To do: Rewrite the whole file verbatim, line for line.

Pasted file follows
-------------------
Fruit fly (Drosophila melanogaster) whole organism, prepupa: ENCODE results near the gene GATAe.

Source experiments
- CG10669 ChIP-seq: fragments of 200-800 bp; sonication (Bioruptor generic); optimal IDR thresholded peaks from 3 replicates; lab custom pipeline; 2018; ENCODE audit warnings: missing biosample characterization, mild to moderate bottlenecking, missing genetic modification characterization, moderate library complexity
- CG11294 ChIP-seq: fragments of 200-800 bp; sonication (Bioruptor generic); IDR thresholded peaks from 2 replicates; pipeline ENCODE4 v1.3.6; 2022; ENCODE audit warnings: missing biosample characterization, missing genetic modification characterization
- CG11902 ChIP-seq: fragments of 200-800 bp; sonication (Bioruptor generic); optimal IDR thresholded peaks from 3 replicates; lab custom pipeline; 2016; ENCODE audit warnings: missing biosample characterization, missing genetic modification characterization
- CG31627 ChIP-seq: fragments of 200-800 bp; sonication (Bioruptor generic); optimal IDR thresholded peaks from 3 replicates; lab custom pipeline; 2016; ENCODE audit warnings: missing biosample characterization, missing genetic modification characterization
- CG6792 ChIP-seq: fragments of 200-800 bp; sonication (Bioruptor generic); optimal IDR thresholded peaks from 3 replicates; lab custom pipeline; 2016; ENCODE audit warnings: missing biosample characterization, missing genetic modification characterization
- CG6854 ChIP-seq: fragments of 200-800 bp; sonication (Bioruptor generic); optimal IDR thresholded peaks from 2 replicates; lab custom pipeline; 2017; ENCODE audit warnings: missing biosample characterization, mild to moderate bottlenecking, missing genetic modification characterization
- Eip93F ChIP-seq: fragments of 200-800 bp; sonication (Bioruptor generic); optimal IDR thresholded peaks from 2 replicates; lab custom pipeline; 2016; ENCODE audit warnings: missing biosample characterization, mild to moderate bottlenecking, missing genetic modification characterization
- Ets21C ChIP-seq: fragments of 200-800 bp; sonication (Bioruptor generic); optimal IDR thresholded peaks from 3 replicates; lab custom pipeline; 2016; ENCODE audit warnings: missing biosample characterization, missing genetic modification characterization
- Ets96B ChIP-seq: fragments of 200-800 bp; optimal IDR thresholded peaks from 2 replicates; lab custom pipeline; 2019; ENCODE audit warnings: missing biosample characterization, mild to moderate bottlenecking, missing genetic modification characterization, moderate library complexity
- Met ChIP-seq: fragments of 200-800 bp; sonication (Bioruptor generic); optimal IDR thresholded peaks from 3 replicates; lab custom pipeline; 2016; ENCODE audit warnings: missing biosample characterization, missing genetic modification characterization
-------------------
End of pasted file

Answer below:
Fruit fly (Drosophila melanogaster) whole organism, prepupa: ENCODE results near the gene GATAe.

Source experiments
- CG10669 ChIP-seq: fragments of 200-800 bp; sonication (Bioruptor generic); optimal IDR thresholded peaks from 3 replicates; lab custom pipeline; 2018; ENCODE audit warnings: missing biosample characterization, mild to moderate bottlenecking, missing genetic modification characterization, moderate library complexity
- CG11294 ChIP-seq: fragments of 200-800 bp; sonication (Bioruptor generic); IDR thresholded peaks from 2 replicates; pipeline ENCODE4 v1.3.6; 2022; ENCODE audit warnings: missing biosample characterization, missing genetic modification characterization
- CG11902 ChIP-seq: fragments of 200-800 bp; sonication (Bioruptor generic); optimal IDR thresholded peaks from 3 replicates; lab custom pipeline; 2016; ENCODE audit warnings: missing biosample characterization, missing genetic modification characterization
- CG31627 ChIP-seq: fragments of 200-800 bp; sonication (Bioruptor generic); optimal IDR thresholded peaks from 3 replicates; lab custom pipeline; 2016; ENCODE audit warnings: missing biosample characterization, missing genetic modification characterization
- CG6792 ChIP-seq: fragments of 200-800 bp; sonication (Bioruptor generic); optimal IDR thresholded peaks from 3 replicates; lab custom pipeline; 2016; ENCODE audit warnings: missing biosample characterization, missing genetic modification characterization
- CG6854 ChIP-seq: fragments of 200-800 bp; sonication (Bioruptor generic); optimal IDR thresholded peaks from 2 replicates; lab custom pipeline; 2017; ENCODE audit warnings: missing biosample characterization, mild to moderate bottlenecking, missing genetic modification characterization
- Eip93F ChIP-seq: fragments of 200-800 bp; sonication (Bioruptor generic); optimal IDR thresholded peaks from 2 replicates; lab custom pipeline; 2016; ENCODE audit warnings: missing biosample characterization, mild to moderate bottlenecking, missing genetic modification characterization
- Ets21C ChIP-seq: fragments of 200-800 bp; sonication (Bioruptor generic); optimal IDR thresholded peaks from 3 replicates; lab custom pipeline; 2016; ENCODE audit warnings: missing biosample characterization, missing genetic modification characterization
- Ets96B ChIP-seq: fragments of 200-800 bp; optimal IDR thresholded peaks from 2 replicates; lab custom pipeline; 2019; ENCODE audit warnings: missing biosample characterization, mild to moderate bottlenecking, missing genetic modification characterization, moderate library complexity
- Met ChIP-seq: fragments of 200-800 bp; sonication (Bioruptor generic); optimal IDR thresholded peaks from 3 replicates; lab custom pipeline; 2016; ENCODE audit warnings: missing biosample characterization, missing genetic modification characterization